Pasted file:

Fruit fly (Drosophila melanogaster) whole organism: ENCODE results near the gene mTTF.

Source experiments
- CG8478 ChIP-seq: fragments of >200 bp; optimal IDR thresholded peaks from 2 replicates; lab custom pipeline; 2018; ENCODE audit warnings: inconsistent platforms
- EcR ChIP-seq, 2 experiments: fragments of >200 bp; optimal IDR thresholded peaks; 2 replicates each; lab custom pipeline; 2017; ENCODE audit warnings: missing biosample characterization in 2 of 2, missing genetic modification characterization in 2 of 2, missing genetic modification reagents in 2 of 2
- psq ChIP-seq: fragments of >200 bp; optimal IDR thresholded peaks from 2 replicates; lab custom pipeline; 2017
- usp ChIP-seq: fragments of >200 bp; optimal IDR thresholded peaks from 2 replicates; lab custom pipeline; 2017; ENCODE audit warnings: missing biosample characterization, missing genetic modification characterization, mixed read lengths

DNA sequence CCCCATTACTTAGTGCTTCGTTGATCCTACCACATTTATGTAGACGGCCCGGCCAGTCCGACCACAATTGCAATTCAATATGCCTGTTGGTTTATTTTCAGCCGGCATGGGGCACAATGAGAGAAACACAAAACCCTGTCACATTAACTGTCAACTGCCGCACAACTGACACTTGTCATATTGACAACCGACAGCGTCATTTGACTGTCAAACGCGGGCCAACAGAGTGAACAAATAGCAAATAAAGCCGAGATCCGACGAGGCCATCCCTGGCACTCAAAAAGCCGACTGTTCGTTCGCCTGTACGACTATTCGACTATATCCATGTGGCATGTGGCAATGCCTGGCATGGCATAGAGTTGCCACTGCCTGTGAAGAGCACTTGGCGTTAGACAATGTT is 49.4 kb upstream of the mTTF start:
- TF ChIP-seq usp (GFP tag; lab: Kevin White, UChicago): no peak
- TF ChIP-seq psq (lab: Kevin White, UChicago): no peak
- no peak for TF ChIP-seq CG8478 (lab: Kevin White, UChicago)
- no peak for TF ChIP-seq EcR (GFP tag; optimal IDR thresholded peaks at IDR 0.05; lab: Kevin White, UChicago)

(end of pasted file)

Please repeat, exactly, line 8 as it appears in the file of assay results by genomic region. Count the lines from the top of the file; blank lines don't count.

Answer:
- TF ChIP-seq usp (GFP tag; lab: Kevin White, UChicago): no peak